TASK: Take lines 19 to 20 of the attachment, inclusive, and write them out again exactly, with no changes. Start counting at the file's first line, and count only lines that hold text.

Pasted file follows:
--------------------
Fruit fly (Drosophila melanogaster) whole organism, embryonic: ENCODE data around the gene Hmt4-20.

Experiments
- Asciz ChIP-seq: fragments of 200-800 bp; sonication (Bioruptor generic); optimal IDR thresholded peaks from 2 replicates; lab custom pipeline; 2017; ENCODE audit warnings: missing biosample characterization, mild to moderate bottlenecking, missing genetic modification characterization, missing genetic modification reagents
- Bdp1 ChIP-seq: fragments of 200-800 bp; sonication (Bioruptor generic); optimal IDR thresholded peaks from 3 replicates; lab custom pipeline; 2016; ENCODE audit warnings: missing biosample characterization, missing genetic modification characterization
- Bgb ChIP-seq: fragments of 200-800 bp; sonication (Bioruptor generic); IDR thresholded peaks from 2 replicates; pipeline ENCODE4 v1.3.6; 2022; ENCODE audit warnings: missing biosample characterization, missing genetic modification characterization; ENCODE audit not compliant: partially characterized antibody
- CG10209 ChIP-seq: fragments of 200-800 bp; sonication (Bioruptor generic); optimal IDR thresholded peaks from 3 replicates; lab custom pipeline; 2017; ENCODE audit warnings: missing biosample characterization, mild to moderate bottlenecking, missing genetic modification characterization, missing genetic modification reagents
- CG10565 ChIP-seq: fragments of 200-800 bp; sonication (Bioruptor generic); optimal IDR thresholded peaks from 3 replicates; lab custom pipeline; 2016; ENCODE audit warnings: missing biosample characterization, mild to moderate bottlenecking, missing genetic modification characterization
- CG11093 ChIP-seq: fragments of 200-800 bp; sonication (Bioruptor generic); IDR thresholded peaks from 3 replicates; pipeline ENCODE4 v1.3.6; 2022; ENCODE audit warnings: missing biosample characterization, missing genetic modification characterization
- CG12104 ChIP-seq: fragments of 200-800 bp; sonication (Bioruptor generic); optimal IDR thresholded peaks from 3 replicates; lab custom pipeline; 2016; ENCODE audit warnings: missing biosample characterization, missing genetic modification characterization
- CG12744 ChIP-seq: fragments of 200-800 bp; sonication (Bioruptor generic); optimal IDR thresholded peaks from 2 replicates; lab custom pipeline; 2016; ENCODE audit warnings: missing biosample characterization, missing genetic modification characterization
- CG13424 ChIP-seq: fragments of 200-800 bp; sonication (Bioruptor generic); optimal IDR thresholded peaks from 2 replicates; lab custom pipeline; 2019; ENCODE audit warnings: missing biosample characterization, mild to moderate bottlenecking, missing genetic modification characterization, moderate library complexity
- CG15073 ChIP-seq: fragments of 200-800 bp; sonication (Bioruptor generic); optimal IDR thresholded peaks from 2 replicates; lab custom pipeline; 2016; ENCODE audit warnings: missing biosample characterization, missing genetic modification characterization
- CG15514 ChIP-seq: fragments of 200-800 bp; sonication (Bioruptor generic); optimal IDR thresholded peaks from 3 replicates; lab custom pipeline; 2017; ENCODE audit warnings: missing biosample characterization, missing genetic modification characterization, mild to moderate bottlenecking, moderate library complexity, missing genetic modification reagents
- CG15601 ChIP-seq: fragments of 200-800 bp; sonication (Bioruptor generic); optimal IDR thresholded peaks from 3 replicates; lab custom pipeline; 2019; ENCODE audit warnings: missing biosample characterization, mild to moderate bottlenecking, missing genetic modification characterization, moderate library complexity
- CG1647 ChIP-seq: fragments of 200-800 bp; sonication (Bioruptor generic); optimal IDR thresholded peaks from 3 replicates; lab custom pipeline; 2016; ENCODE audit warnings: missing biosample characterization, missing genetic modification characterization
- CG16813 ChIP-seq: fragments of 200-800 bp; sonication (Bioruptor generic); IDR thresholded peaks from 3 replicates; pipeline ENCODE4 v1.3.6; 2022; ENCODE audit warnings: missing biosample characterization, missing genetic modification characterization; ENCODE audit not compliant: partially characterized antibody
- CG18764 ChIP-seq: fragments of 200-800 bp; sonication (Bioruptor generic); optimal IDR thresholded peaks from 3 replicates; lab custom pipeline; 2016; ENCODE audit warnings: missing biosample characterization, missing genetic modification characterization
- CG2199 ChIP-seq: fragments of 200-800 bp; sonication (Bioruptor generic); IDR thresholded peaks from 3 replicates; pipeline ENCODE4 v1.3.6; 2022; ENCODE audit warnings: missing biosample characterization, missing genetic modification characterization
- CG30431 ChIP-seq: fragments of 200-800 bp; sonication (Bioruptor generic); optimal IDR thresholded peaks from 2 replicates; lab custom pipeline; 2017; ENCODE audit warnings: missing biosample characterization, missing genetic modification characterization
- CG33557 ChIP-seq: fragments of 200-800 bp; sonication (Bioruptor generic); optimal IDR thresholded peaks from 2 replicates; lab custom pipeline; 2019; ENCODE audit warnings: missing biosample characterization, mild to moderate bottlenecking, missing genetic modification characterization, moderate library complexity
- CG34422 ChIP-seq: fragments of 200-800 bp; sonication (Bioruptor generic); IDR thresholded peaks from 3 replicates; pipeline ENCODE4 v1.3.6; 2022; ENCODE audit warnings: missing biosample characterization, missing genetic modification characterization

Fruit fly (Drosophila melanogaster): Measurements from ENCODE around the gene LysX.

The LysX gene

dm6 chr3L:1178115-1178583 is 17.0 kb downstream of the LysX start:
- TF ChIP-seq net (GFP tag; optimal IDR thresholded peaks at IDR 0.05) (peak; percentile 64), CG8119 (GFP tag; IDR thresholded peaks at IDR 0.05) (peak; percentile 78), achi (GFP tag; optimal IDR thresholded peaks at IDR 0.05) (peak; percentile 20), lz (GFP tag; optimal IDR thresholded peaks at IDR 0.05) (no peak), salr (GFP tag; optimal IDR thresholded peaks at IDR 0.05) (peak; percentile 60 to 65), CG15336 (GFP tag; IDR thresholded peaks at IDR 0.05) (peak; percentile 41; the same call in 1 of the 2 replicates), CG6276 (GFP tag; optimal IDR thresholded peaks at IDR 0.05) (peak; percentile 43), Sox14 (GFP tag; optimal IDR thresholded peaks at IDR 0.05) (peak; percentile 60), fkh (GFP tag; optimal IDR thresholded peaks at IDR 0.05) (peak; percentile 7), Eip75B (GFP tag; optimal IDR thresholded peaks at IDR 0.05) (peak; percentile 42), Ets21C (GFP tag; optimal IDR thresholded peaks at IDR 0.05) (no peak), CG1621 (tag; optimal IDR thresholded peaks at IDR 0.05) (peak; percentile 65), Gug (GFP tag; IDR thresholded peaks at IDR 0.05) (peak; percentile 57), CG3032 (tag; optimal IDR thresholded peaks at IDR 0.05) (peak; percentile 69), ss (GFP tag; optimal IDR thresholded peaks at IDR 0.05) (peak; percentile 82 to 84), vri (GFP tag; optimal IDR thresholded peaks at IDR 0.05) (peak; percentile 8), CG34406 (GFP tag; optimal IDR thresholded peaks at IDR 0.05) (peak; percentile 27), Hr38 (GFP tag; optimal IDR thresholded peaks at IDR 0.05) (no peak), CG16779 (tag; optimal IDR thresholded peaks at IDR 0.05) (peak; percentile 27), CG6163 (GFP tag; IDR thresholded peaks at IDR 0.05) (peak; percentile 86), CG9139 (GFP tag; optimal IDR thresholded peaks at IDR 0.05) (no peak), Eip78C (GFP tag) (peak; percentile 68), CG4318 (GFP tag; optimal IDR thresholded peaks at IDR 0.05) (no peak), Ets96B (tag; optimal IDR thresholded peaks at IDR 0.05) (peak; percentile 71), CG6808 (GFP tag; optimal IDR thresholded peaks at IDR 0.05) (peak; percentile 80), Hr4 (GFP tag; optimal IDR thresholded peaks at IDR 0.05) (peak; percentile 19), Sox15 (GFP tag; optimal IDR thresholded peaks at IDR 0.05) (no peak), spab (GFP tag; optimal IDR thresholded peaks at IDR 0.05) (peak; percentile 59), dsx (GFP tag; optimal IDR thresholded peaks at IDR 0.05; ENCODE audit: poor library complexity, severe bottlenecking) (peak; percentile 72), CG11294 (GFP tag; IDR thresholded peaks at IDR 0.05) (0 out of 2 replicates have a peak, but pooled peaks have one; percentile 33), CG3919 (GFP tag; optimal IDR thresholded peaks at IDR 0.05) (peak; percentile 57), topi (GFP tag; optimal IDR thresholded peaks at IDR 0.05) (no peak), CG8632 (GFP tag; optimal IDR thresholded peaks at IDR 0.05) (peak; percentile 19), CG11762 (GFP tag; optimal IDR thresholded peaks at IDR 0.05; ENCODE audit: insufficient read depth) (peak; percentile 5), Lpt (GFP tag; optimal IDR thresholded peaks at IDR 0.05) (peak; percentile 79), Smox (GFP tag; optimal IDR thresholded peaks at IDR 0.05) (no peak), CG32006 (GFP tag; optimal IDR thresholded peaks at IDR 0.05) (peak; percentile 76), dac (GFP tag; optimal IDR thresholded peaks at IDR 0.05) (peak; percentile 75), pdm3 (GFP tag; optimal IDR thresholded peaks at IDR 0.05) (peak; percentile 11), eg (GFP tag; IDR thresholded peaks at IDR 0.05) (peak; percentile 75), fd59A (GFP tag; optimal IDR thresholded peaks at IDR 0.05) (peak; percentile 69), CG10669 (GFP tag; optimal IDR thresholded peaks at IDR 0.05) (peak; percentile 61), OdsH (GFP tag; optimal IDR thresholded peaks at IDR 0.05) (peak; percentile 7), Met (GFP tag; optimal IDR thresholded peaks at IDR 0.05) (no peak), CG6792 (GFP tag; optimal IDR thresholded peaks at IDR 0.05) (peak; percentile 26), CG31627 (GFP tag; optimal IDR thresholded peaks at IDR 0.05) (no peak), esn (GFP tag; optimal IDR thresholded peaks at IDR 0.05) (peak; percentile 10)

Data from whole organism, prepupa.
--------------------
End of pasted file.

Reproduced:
- CG30431 ChIP-seq: fragments of 200-800 bp; sonication (Bioruptor generic); optimal IDR thresholded peaks from 2 replicates; lab custom pipeline; 2017; ENCODE audit warnings: missing biosample characterization, missing genetic modification characterization
- CG33557 ChIP-seq: fragments of 200-800 bp; sonication (Bioruptor generic); optimal IDR thresholded peaks from 2 replicates; lab custom pipeline; 2019; ENCODE audit warnings: missing biosample characterization, mild to moderate bottlenecking, missing genetic modification characterization, moderate library complexity